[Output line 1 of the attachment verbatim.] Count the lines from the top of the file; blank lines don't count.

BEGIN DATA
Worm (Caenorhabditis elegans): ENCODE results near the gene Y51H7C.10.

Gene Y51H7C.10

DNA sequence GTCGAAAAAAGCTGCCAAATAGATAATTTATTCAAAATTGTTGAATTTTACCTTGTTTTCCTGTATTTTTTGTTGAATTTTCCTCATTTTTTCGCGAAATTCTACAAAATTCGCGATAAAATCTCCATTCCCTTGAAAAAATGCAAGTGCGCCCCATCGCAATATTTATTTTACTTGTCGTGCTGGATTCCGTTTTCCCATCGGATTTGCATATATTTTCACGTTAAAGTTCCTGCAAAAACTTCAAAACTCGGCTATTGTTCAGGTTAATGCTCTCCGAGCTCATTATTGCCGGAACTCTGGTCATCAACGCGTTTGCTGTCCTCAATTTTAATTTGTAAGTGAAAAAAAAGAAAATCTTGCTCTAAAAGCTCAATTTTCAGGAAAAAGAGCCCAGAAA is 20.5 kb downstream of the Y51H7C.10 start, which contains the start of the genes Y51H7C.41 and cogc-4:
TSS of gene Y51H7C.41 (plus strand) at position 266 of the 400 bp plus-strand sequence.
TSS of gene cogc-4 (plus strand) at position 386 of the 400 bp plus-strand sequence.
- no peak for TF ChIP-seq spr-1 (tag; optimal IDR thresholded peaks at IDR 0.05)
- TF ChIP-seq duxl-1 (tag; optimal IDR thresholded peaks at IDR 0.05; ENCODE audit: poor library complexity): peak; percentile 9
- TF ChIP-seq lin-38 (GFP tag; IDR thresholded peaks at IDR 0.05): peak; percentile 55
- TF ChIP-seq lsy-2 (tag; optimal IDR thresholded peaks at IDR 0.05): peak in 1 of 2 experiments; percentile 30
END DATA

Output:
Worm (Caenorhabditis elegans): ENCODE results near the gene Y51H7C.10.